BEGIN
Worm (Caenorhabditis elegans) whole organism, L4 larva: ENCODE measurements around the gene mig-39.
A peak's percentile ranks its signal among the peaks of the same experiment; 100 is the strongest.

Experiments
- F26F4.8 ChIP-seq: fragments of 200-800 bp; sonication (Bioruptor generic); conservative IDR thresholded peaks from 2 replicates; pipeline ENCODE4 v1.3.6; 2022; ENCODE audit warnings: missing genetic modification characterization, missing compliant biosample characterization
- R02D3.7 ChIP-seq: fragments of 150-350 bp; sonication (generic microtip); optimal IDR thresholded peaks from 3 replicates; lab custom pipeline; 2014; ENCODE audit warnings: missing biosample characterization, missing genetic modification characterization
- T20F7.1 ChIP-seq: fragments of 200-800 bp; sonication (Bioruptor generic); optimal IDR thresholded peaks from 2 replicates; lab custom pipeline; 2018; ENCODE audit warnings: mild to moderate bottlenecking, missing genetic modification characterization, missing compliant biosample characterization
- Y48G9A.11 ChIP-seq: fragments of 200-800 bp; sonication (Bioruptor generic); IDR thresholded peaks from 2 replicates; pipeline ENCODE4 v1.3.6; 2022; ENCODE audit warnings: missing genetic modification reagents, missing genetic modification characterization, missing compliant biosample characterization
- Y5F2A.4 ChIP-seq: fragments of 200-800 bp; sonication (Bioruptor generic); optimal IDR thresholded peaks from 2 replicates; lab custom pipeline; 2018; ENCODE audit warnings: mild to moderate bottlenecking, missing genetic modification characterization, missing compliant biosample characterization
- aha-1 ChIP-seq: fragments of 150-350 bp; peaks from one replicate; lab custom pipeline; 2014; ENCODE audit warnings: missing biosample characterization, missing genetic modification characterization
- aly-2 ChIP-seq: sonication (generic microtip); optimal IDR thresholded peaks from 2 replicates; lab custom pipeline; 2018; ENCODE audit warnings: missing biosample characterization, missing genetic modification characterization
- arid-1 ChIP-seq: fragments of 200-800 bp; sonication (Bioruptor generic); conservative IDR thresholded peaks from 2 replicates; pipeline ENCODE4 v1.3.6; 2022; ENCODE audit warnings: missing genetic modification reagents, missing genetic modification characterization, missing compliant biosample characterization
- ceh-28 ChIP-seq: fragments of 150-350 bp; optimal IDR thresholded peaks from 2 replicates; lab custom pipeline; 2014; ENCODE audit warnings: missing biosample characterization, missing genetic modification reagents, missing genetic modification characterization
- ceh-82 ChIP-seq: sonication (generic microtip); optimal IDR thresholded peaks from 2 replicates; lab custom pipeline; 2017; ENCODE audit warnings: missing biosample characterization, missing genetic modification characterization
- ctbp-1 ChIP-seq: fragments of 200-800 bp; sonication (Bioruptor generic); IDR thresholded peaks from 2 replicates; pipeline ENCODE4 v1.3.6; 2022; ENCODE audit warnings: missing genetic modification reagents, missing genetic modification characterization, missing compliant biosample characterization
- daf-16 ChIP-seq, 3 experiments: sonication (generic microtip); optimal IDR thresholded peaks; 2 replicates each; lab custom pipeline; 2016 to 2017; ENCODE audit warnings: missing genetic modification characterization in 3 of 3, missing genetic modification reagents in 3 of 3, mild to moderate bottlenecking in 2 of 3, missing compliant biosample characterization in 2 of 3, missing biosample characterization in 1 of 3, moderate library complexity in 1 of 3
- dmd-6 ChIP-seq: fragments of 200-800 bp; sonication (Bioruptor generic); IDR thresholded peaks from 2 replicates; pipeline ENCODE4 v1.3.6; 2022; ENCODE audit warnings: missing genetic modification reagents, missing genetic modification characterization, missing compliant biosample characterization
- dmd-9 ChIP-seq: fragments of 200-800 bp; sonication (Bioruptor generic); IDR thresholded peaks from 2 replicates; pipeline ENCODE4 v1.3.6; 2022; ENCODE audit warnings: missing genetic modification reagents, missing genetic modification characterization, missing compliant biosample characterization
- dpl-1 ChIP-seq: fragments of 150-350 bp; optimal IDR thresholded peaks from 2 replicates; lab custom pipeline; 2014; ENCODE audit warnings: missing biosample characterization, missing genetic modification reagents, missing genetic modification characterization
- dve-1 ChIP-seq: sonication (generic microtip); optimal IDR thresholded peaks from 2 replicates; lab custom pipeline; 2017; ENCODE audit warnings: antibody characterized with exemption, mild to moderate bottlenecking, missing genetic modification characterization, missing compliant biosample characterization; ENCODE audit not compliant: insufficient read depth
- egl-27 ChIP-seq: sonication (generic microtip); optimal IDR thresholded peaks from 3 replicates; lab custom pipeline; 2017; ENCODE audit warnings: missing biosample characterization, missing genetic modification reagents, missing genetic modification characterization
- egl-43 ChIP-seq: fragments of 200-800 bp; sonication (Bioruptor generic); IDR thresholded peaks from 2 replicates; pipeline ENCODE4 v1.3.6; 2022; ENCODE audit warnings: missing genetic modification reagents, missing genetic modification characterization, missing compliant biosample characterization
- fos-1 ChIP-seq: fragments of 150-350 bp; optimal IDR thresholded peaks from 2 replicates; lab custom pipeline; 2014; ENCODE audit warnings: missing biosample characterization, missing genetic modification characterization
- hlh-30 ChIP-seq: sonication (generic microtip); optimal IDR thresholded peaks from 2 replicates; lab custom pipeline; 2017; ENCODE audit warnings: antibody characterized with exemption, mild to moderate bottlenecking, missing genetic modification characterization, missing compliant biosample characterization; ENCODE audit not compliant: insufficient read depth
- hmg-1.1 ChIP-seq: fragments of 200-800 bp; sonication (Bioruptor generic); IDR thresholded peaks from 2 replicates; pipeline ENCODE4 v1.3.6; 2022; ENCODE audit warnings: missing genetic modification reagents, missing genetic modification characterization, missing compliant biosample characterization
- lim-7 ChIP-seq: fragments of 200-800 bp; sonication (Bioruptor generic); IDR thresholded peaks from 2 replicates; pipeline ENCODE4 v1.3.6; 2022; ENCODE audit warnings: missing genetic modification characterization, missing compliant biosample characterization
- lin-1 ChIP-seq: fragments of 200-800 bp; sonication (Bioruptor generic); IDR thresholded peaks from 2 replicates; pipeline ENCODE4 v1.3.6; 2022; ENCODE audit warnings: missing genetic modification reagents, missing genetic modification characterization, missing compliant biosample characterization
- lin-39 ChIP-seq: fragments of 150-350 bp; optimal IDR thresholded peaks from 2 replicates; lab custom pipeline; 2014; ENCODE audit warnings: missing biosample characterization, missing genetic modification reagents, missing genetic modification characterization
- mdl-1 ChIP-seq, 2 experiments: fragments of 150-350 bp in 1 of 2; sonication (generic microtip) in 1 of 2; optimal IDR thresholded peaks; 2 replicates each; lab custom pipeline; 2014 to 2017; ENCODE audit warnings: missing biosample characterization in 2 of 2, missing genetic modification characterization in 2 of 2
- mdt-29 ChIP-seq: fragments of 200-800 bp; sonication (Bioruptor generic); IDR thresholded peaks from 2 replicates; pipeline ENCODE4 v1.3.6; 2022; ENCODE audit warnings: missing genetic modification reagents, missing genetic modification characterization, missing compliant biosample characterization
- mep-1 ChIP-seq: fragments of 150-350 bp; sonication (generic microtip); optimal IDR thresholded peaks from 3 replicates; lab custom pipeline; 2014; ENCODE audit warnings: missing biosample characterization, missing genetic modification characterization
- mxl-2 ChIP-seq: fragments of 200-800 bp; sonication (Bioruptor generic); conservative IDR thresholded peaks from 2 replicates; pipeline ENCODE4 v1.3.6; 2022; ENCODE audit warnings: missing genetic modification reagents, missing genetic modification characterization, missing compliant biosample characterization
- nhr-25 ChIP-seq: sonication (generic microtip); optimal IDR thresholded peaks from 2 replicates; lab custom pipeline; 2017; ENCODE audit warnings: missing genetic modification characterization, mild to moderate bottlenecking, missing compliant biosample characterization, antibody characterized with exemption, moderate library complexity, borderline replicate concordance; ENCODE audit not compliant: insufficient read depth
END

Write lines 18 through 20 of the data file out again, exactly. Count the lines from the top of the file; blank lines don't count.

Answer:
- dpl-1 ChIP-seq: fragments of 150-350 bp; optimal IDR thresholded peaks from 2 replicates; lab custom pipeline; 2014; ENCODE audit warnings: missing biosample characterization, missing genetic modification reagents, missing genetic modification characterization
- dve-1 ChIP-seq: sonication (generic microtip); optimal IDR thresholded peaks from 2 replicates; lab custom pipeline; 2017; ENCODE audit warnings: antibody characterized with exemption, mild to moderate bottlenecking, missing genetic modification characterization, missing compliant biosample characterization; ENCODE audit not compliant: insufficient read depth
- egl-27 ChIP-seq: sonication (generic microtip); optimal IDR thresholded peaks from 3 replicates; lab custom pipeline; 2017; ENCODE audit warnings: missing biosample characterization, missing genetic modification reagents, missing genetic modification characterization